Almost 40 medical cards are restored after appeal
Published 14/06/2014 | 02:30
Around 37 people who lost their discretionary medical card and appealed to the Ombudsman had the benefit restored last week.
Ombudsman Peter Tyndall said the agreement related to "live" cases and followed the decision by the Government to suspend the review of these cards.
The office received around 500 complaints about the loss of discretionary cards in the last three years and 350 of these were eligible for investigation by his office after going through the Health Service Executive appeals system.
The Ombudsman said in some cases there was no documentation available from the HSE which would show why the person was originally given a card.
The lack of information related to the years before 2011 when the medical card section was centralised in Dublin. Medical cards were previously handled by local health offices.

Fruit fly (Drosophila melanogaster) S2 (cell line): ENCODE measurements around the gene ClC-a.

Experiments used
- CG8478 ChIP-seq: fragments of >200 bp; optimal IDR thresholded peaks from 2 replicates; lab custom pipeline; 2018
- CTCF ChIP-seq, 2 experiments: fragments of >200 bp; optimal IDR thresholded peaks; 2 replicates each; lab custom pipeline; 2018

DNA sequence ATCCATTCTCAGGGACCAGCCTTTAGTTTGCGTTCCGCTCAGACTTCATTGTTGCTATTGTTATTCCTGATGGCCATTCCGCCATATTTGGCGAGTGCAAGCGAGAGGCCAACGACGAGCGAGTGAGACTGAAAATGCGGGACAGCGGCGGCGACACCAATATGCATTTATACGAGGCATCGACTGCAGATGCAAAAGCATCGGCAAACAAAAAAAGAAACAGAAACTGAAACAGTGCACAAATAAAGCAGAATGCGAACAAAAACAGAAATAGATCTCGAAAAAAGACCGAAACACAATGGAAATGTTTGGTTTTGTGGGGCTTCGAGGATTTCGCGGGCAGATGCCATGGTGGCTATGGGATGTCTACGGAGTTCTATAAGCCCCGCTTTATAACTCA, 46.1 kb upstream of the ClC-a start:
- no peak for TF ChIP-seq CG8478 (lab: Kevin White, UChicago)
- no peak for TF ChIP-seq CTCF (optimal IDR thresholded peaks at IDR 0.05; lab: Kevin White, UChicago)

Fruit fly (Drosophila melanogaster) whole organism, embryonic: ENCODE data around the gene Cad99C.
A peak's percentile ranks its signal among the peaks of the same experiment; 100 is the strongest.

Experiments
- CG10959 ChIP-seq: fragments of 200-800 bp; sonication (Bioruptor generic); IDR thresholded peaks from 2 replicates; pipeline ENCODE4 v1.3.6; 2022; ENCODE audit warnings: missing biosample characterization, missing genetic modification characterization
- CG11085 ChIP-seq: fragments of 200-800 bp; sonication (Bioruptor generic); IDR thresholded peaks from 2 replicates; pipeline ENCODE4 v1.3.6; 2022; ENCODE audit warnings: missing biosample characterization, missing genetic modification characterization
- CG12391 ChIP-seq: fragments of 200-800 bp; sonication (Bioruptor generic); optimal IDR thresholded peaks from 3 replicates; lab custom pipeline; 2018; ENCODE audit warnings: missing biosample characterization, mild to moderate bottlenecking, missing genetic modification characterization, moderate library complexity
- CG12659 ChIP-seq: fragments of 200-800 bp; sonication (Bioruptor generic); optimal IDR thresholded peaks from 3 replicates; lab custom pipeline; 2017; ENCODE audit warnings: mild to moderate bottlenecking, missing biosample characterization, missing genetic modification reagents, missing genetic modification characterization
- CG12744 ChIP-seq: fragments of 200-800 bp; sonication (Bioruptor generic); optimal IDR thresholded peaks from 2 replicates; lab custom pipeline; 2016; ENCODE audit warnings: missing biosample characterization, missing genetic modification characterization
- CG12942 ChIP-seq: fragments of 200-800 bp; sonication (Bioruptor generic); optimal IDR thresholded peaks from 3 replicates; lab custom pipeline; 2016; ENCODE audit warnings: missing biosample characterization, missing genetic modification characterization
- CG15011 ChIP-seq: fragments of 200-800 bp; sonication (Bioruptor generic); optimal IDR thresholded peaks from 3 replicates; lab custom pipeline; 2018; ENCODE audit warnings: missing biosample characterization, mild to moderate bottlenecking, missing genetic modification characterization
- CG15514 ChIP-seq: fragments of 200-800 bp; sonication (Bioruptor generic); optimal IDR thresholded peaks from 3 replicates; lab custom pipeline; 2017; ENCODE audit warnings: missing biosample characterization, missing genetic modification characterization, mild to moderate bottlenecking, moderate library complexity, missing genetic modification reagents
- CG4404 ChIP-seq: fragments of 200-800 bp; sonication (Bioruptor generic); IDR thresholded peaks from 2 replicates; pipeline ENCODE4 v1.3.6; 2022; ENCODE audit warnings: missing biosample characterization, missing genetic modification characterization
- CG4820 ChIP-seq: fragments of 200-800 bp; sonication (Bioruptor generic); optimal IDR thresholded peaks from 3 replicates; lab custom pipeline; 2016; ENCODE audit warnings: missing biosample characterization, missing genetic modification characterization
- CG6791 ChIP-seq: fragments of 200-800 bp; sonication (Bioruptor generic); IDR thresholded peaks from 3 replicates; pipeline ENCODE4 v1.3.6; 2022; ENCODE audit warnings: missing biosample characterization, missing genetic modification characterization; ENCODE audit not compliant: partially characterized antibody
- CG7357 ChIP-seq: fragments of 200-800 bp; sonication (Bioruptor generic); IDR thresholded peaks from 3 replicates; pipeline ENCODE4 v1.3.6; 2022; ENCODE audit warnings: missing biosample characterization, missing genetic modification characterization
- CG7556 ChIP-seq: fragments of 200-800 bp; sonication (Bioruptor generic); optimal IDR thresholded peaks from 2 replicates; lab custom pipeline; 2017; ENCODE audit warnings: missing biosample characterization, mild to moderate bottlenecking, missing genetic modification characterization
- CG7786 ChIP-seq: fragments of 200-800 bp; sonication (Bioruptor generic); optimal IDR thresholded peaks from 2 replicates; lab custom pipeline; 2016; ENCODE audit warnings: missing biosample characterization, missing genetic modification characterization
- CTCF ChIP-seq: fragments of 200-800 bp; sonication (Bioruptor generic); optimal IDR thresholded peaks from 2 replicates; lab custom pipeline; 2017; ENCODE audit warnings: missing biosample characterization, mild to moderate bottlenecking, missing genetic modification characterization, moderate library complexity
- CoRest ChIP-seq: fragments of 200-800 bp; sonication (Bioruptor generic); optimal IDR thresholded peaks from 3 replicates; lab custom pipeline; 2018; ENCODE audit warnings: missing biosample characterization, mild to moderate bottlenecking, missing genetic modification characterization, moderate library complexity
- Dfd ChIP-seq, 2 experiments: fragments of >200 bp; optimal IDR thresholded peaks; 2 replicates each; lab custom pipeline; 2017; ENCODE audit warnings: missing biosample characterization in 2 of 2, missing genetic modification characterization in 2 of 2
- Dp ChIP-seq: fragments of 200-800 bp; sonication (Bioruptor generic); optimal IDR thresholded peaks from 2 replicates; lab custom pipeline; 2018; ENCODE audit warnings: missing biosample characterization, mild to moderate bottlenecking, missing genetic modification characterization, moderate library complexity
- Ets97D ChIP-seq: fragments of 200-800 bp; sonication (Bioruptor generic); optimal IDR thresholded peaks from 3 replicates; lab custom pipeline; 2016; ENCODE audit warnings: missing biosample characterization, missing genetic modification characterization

In some of the cases handled by his office it was found that the HSE had turned down a person for a discretionary card without fully taking into account all their medical expenses in judging "financial hardship".
In other cases people had lost the card because of the centralisation of the system and the application of consistent criteria nationally.
Meanwhile, Junior Health Minister Alex White said the annual cost to the State of a medical care for someone over 70 was twice that of the average card-holder.
"Given the large number of medical card holders, GP visit card holders, the variety of payment arrangements and the variation in drug costs, a single average annual cost figure in respect of the medical card and GP visit card is not a sufficiently refined measure for analysis," he said in a parliamentary reply.
He said the HSE had estimated that the average cost of services per eligible cardholder in 2012 was around €1,026. This includes an average of €243 paid to GPs and payment to pharmacists of €783 per person who availed of drugs.